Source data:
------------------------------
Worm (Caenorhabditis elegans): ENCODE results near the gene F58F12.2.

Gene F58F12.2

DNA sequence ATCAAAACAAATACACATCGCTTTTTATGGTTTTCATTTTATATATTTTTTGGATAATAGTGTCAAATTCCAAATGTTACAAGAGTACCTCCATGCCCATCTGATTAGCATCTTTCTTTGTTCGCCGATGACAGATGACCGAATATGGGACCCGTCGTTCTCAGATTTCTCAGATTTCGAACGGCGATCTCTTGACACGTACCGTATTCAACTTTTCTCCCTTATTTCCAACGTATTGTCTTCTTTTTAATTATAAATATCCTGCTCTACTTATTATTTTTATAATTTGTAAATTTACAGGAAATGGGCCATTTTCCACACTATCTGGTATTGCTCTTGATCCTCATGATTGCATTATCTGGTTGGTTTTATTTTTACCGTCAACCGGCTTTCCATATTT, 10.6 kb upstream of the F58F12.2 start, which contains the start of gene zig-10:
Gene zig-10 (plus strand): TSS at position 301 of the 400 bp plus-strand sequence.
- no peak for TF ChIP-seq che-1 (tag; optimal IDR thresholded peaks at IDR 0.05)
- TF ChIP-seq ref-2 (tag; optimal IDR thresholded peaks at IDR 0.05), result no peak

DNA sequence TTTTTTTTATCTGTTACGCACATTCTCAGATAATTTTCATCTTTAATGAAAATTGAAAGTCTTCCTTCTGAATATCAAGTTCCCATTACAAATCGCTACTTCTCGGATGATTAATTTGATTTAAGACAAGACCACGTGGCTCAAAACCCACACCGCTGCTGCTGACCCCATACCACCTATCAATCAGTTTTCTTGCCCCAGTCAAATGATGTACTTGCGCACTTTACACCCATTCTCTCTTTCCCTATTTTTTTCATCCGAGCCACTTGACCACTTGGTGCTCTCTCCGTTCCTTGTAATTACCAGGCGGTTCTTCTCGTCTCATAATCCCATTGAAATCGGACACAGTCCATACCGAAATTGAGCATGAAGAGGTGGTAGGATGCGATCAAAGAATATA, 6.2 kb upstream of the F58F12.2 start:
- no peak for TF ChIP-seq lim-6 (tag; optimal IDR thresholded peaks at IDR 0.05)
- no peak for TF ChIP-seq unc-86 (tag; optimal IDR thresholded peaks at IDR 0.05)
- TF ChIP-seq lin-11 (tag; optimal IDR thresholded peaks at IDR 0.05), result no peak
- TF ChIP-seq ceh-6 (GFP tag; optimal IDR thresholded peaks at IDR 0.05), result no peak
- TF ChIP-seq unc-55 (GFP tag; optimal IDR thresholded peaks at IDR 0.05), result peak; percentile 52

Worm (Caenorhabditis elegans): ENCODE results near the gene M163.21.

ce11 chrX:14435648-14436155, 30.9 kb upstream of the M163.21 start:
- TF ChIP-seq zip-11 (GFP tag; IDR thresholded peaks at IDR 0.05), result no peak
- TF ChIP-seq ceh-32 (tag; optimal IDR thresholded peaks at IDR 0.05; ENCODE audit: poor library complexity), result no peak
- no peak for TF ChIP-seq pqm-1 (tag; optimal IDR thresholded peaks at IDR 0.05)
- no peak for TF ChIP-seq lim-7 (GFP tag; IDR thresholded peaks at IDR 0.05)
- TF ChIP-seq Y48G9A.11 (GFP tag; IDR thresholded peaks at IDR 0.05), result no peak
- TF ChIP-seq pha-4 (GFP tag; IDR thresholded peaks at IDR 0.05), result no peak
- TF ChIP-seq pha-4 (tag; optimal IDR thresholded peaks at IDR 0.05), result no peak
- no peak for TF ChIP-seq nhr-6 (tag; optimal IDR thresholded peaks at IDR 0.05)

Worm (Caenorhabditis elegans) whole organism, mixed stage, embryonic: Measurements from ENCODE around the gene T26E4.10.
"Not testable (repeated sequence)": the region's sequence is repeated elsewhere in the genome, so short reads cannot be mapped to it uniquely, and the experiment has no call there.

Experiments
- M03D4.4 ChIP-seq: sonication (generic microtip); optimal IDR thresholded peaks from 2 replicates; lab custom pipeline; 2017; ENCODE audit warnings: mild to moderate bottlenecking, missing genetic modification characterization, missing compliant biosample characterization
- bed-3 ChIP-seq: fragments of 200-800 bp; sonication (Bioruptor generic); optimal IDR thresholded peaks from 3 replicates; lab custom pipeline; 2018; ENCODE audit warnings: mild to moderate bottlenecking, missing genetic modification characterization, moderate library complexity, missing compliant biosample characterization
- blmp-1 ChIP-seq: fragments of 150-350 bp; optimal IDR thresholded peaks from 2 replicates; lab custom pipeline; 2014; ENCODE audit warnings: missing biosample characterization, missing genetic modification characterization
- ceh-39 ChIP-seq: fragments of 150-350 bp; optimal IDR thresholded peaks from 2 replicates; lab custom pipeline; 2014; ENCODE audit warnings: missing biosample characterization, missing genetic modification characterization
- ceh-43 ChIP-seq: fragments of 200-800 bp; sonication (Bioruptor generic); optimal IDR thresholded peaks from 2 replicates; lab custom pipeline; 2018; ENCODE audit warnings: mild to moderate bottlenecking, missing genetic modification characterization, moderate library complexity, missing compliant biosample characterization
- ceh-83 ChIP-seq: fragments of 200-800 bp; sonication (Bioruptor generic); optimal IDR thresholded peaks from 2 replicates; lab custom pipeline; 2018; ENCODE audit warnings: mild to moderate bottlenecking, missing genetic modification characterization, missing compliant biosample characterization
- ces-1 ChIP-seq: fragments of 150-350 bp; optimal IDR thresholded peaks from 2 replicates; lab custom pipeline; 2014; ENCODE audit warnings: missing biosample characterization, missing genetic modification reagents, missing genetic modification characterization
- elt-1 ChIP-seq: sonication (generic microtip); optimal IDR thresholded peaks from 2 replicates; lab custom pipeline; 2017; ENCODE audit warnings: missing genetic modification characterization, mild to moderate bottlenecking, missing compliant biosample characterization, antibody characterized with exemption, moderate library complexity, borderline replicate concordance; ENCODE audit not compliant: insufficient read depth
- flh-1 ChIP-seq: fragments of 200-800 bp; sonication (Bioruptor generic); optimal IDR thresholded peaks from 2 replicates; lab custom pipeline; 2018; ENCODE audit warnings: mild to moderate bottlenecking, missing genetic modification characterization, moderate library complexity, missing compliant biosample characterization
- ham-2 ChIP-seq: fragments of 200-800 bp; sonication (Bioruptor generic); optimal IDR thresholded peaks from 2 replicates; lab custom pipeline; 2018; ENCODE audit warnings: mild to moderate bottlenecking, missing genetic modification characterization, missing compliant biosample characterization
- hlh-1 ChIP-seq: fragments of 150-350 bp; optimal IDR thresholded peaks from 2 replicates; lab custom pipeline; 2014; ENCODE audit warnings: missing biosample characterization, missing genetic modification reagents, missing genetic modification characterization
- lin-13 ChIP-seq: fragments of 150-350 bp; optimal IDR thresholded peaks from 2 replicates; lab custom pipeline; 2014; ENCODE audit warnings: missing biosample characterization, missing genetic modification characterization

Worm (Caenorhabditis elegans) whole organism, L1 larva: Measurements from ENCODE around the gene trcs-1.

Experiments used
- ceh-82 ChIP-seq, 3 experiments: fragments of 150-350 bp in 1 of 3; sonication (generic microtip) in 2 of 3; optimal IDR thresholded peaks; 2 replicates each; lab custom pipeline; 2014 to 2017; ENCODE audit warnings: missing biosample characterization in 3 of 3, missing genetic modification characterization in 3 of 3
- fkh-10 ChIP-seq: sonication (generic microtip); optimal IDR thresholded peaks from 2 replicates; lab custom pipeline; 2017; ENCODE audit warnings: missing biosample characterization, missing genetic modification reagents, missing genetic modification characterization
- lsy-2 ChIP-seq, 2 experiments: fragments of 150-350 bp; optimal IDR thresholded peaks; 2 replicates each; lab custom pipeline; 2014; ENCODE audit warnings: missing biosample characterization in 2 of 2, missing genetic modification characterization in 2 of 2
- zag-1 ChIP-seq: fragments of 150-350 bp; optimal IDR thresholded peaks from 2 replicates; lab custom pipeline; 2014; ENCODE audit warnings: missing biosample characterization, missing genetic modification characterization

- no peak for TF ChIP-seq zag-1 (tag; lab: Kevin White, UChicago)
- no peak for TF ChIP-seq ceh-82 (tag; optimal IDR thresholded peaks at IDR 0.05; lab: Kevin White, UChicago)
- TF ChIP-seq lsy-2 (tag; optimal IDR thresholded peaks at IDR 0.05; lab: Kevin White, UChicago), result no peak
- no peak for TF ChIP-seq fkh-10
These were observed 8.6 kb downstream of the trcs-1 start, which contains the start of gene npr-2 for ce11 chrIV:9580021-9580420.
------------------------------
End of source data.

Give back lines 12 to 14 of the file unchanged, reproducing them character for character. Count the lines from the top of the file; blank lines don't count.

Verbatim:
- TF ChIP-seq unc-55 (GFP tag; optimal IDR thresholded peaks at IDR 0.05), result peak; percentile 52

Worm (Caenorhabditis elegans): ENCODE results near the gene M163.21.

ce11 chrX:14435648-14436155, 30.9 kb upstream of the M163.21 start: